Acute Flaccid Myelitis, a Growing Concern for Parents

Flu season is here, but parents have a new condition to be worried about for their kids: Acute Flaccid Myelitis, or AFM. It has been making headlines as alarming numbers of children are being paralyzed in a pattern that resembles polio scares in the past.

AFM has been in existence for a long time, but the recent rise in cases is what’s signaling danger. Polio was eradicated in the United States in 1979, however, at this point in time, there is no such future hope for AFM.

This dreaded condition has several possible causes including viruses, environmental toxins, and genetic disorders. Symptoms often follow an infection and high fever. The suspected viruses that may cause AFM include poliovirus or non-polio enteroviruses, West Nile Virus and adenoviruses.

RF Images & RM Images of Acute Flaccid Myelitis

Although adults may contract this condition, most cases are in those under 18 years old. Symptoms parents should look out for include the sudden onset of drooping eyelids, difficulty moving the eyes, loss of reflexes or weakness in the limbs.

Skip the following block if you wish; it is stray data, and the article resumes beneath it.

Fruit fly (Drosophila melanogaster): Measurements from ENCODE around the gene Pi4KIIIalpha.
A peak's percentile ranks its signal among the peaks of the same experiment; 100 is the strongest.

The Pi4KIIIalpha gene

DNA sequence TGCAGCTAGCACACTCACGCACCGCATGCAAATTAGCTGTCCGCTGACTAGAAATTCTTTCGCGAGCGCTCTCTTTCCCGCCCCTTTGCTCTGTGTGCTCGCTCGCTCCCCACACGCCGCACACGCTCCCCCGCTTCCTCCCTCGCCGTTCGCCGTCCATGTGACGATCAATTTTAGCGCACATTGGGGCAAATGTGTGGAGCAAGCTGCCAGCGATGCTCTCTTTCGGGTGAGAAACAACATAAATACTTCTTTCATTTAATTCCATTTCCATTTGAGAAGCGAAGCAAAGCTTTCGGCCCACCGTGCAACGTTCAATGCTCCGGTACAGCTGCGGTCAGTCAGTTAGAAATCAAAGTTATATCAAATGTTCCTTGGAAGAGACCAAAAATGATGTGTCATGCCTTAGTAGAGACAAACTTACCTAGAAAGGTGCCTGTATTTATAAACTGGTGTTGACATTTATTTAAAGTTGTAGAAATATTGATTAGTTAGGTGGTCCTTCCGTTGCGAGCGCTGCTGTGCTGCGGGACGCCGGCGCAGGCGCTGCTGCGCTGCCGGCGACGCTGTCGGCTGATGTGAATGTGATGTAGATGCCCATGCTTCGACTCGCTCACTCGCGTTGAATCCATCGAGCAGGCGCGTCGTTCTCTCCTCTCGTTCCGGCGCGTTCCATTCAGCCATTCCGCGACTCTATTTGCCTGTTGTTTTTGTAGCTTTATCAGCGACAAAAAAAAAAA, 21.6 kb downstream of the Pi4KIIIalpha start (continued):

One of the more dangerous aspects of this condition is when the muscles of the lungs are affected, causing respiratory distress. Medical help should be sought immediately upon finding any of these or similar symptoms.

Scans, such as MRIs, of the spinal cord and brain will assist in the diagnosis of AFM. It is important to rule out other conditions such as Guillain-Barre that may have similar symptoms.

We currently do not have a specific treatment for AFM, but neurologists and physical therapists can sometimes recommend methods to help relieve symptoms.

The best prevention is common sense advice that would help to avoid any type of infection. Wash your hands frequently with soap and hot water to avoid germs from others, and wear insect repellent to avoid mosquito bites that may transmit the West Nile Virus.


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